Here, the artist says it best:
My work is based on processed photographic montage, which involves field research and computerized finalization. The works contain thousands of images reorganized and remodeled together to create new utopian venues.Oftentimes I start by spotting buildings that are slated for demolition. Usually they are located in the old, southern parts of Tel-Aviv, where I live.
In my studio, I clean and oil objects from the sites – sometime even interfering with the original shape or color – that is, I remodel them. When they are ready for the ‘stage’, I photograph each object separately, oftentimes from the same angle, using the same macro-lens and under the same light to ensure their homorganic status; the photographed objects will serve to facilitate democratic viewing conditions, which eliminates all hierarchies. At this point I start the process of constructing the “wall” in Photoshop. On this artificial structured canvas, I place and arrange the photographed objects, forming large-scale panoramas that simulate a fictitious space.
The human vision is functional and goal-oriented, so it often misses alternative possibilities of perception and observation. Guided by the desire to expand these possibilities, I am interested in creating utopian, fictitious, even ‘impossible’ spaces that point toward the limitations of sight and undermine the conventional process of seeing. Through them I wish to make the gap between perception and the construction of meaning present.
Israeli choreography Noa Eshkol was recently rediscovered by Los Angeles-based artist Sharon Lockhart. Eshkol’s Wachman notation system was largely dismissed by contemporaries. And yet, her dedicated followers continue to practice her meditative dances to the rhythm of a metronome. The performances are stoic and spiritual in their monotony. We get a better sense of Eshkol’s strict discipline and extraordinary preliminary processes through Lockhart’s presentation. The images above were presented alongside videos of Eshkol’s troupe dancing. The small spherical objects are sculptures meant to emulate the movement of particular joints in the body. The posters are drawings that bring these visuals into a context that is easier to interprete. Lockhart photographed the miniature models and elevated them to the status of sculptural artworks in their own right. Lockhart also documented Eshkol’s dances for the first time. In an effort to preserve and continue the choreographer’s legacy. Projecting them onto huge blocks acting like blank canvases, Lockhart beautifully captures this rhythmic and ritual-like language. At the foreground, the dancers entrall us with their slow, exacting interpretations. Behind them are displayed tapestries, or “wall carpets,” as Eshkol calls them. They are composed on found materials, but laid out precisely by Eshkol herself. She then would have her community of followers sit and sew them together in a gathering reminiscent of the work ethic of early kibbutzes.
I worked briefly at Chelouche Gallery in Tel Aviv, Israel. This was the exhibit on view at the time. These prolific pieces show a technical skill that is extraordinarily meticulous and idiosyncratic.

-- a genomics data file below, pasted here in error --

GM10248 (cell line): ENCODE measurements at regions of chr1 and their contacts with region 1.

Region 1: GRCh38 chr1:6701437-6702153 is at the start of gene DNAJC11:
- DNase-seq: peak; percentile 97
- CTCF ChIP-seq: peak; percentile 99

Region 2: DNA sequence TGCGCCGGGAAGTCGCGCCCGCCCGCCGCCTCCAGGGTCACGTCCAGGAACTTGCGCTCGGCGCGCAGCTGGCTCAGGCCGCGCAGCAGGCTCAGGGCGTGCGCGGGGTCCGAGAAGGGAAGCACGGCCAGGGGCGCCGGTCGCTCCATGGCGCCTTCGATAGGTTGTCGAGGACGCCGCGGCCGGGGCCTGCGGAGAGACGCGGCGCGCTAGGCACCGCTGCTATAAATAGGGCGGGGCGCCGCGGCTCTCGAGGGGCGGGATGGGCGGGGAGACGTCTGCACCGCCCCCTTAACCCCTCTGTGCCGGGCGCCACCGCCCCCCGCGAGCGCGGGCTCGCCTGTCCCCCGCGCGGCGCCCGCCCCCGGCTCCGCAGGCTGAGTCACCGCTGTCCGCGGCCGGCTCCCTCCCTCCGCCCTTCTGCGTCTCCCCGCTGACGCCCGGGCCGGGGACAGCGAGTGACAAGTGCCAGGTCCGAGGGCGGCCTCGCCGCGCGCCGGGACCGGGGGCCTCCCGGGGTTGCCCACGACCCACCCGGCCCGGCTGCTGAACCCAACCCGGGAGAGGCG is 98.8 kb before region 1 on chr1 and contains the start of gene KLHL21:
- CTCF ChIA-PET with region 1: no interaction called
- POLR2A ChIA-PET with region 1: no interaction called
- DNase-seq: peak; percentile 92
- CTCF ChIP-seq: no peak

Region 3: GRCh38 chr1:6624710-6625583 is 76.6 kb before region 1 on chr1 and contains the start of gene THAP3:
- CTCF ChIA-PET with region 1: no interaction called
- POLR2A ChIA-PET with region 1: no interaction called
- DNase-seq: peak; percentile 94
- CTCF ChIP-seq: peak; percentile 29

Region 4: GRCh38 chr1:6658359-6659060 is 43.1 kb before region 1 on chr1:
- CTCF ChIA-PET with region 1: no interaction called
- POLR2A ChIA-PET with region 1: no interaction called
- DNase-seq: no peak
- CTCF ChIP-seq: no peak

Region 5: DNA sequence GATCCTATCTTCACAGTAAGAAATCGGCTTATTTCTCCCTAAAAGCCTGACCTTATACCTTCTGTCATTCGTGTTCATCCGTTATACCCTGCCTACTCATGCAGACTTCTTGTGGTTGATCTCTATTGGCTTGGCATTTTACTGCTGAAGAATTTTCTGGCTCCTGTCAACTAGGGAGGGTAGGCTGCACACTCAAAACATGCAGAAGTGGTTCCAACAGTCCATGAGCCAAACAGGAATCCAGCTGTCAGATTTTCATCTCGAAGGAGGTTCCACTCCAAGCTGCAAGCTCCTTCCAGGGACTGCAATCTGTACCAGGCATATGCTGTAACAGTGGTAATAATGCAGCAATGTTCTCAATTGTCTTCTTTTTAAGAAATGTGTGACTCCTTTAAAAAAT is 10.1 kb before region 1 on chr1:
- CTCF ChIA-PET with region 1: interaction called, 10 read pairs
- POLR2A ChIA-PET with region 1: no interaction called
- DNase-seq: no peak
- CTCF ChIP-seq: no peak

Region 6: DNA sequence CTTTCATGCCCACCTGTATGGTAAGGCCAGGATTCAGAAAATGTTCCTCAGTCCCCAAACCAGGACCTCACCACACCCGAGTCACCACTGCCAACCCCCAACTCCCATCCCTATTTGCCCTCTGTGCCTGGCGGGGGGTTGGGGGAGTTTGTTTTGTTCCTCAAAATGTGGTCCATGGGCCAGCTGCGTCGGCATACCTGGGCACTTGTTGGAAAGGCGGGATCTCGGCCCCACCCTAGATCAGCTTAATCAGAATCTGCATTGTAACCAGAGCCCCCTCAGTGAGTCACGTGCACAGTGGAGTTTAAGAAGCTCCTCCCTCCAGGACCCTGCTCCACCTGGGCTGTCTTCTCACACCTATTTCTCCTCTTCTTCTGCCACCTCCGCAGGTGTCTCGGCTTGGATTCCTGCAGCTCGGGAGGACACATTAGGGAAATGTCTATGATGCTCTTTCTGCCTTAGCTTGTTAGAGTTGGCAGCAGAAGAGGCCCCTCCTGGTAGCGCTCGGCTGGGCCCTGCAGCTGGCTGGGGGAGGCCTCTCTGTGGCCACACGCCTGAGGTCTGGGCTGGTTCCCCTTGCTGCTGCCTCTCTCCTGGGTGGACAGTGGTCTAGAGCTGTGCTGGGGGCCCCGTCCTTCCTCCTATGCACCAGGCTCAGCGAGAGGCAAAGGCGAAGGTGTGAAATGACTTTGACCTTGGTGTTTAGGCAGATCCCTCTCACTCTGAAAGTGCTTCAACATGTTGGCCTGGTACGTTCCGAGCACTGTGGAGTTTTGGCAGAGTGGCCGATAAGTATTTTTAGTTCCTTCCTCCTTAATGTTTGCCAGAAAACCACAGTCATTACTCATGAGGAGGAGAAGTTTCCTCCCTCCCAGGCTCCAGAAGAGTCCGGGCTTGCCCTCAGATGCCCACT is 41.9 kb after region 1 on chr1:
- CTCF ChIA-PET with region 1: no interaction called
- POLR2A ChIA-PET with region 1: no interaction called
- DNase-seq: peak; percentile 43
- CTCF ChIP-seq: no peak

There is a masculinity to the constructed forms that is complimented by the organic, earth-toned felt that is inviting to the touch. They clash both physically and metaphorically: metal vs. material, male vs. female.
last year, for my birthday, schwebel decided he wanted to give me a gift.
i’m sitting by the cluttered, barely-lit desk of his studio. nestled in the hills of ein karem, just southwest of jerusalem, the studio space feels more like a cavern, complete with a wood-burning heater and a small lived-in bed. thick, stone walls of what was once an arab home keep us cozily warm. he wraps his hand around the neck of the bottle, “a glass of wine, babe?” i stop typing for a second and shake my head, “no, no thanks. i need to keep focused, you know.” we’d already split a small bottle of a great local cab over dinner. i felt full and flushed. “well, how about that present then?” he says as he slaps my knee. i perk up. he shoves back his chair and heads toward his collection, where huge canvases (worth thousands, mind you) collect dust. he begins to leaf through old sketches and etchings and pauses on a beautiful cityscape of tel aviv. perfect. i sit smugly. he flips past it, picks up a wooden panel painted bright blue, and studies it for a minute. i can’t quite make out the subject. it looks like two lovers. he turns back to me, “hey, you want a blowjob?” i raise an eyebrow, cock my head, “um, excuse me?” he hands me the piece of plywood. i stare, mouth agape. it is, in fact, a sketch, or more specifically, a self-portrait of schwebel receiving a blowjob. tediously detailed, the overt homage to the art of fellatio depicts a full-figured femme, conveniently unidentifiable, with an enraptured, generously hairy and perfectly perky schwebel, legs literally flailing. my eyes widen. i hesitate. schwebel grabs it out of my hands and sits back down on his cushion. he pulls out a sharpie and flips over the panel. “schwebel for sharon on her 24th birthday,” he writes and hands it back. “thanks for the blowjob,” i reply.